The Return: Swedish House Mafia Vs. Everyone else
Exactly one week ago, Ultra’s 20th Anniversary displayed one of the best festival weekends thus far in 2018. It was the most stacked lineup, and each set was unique in its own way. The 3-day weekend showcased new music, rising talent, and one of the most iconic comebacks dance music has seen in its young history. The 20th Anniversary celebration felt more like a celebration of the next phase of dance music. There always seems to be a constant change and a new subgenre that surfaces each year in dance. However, the theme this year seemed to be celebrating the classic, appropriately revolving around the reunion of one of the most iconic groups in dance music: Swedish House Mafia.
The group consisting of Steve Angello, Axwell and Sebastian Ingrosso, ended their reign in dance music after their farewell performance on the Ultra Miami stage announcing that the group would be having a permanent hiatus in 2013. Since then, the three have gone into separate directions with Steve going back to performing solo (getting back to his house roots), while Axwell and Ingrosso became a chart-topping duo with their electro and pop-infused sound. There wasn’t any hints of a reunion coming our way until word of a surprise guest would be closing out the 20th Anniversary of Ultra. It sent the dance music community into an absolute frenzy. At first, it was all about Daft Punk, which is a reoccurring guess for any festival that comes along with a guest appearance. However, once the name Swedish House Mafia surfaced, there was no going back.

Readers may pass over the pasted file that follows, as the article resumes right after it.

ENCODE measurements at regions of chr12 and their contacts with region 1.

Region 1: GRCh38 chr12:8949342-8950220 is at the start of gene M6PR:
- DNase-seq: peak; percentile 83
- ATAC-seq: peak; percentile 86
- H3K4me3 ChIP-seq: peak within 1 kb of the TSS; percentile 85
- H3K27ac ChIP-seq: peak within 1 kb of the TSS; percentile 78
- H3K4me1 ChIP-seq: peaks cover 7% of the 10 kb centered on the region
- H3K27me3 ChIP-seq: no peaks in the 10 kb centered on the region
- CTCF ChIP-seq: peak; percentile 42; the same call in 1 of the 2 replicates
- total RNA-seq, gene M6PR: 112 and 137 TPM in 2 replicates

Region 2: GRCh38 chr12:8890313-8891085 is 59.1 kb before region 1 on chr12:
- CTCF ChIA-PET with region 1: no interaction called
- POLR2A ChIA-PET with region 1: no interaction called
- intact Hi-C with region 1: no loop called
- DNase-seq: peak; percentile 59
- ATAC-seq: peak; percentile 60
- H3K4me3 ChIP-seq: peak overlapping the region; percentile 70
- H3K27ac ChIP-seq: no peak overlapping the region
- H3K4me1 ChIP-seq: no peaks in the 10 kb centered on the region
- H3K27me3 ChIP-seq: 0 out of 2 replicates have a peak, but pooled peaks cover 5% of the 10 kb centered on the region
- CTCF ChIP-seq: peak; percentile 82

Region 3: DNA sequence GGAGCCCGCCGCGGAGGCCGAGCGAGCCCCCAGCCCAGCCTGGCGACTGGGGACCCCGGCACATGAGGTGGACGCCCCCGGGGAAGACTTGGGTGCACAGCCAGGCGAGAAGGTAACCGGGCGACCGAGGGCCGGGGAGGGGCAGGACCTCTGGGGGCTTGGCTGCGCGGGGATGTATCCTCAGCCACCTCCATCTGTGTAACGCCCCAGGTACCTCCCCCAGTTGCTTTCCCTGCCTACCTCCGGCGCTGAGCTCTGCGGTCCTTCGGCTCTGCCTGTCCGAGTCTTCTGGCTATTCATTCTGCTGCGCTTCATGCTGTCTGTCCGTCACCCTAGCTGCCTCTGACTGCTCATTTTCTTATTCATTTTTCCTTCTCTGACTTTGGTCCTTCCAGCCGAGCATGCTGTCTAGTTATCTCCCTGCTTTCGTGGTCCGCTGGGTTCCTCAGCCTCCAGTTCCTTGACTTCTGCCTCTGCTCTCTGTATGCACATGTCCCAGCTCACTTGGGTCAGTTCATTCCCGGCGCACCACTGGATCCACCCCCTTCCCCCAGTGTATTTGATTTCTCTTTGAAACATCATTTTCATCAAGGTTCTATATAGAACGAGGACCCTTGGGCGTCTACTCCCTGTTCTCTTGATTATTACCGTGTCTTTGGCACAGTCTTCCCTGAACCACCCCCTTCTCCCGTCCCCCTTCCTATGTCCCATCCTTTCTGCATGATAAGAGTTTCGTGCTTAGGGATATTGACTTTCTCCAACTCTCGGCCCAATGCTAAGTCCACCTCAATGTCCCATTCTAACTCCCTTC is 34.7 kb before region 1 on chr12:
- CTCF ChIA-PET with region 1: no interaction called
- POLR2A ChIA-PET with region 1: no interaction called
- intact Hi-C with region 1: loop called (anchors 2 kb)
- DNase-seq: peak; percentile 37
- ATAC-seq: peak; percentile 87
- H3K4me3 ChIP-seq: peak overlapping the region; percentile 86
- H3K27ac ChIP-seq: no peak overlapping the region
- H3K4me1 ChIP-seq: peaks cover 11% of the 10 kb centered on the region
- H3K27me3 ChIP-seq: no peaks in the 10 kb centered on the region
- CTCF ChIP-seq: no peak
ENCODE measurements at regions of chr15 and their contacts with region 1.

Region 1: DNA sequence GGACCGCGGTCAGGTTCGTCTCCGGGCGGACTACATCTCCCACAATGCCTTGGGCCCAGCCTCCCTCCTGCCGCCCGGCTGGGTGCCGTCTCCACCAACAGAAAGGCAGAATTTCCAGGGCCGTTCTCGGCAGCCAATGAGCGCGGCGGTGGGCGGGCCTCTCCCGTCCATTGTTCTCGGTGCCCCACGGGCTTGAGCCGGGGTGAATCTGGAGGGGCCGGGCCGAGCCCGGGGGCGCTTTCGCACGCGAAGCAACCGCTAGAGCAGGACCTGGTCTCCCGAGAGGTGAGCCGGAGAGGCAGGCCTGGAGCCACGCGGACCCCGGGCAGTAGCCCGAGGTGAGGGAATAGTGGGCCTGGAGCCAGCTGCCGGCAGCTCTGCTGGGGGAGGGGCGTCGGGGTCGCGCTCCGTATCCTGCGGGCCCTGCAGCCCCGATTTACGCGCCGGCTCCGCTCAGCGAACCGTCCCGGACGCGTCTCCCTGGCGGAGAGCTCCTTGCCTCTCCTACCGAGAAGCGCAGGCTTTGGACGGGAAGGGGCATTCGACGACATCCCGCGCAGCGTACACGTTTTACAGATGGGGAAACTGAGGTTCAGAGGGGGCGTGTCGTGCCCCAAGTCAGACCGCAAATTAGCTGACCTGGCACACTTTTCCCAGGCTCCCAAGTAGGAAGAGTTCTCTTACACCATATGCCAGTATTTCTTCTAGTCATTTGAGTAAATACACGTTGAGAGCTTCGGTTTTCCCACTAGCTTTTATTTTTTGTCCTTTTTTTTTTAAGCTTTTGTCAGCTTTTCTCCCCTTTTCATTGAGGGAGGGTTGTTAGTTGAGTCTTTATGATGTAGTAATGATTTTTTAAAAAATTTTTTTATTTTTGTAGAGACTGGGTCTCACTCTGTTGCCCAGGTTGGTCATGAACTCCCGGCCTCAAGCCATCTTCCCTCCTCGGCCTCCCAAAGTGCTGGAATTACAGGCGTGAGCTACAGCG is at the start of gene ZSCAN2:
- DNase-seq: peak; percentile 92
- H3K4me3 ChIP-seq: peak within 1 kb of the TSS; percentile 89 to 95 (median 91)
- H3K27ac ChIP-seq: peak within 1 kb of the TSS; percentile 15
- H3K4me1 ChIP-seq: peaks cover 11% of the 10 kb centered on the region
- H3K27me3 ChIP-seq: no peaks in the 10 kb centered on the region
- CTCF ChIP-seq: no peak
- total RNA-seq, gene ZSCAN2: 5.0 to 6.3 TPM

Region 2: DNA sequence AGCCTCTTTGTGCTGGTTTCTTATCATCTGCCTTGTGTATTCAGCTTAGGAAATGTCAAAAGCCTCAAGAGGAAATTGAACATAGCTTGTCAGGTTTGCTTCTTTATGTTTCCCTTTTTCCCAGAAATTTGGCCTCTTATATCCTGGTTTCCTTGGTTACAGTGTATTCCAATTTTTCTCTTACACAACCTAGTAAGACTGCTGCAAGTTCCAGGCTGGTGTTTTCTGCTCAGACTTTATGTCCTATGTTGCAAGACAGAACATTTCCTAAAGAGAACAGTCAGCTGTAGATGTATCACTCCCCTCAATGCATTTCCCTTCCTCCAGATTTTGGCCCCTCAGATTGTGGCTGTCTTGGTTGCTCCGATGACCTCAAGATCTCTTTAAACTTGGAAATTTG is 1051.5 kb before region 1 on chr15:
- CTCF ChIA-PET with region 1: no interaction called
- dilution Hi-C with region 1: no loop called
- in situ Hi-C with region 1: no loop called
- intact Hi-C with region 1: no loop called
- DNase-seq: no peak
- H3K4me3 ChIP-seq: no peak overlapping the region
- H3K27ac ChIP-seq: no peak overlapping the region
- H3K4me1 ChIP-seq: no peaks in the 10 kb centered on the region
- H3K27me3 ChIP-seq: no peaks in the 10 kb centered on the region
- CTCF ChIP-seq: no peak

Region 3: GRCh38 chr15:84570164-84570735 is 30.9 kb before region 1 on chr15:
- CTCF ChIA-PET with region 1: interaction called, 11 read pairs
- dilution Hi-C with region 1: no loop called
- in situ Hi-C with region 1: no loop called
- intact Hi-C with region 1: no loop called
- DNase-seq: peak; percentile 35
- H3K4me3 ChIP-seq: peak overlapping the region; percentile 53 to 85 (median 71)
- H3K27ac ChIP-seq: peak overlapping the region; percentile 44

— Miguel A. Alonso (@M_Alonso_13) March 26, 2018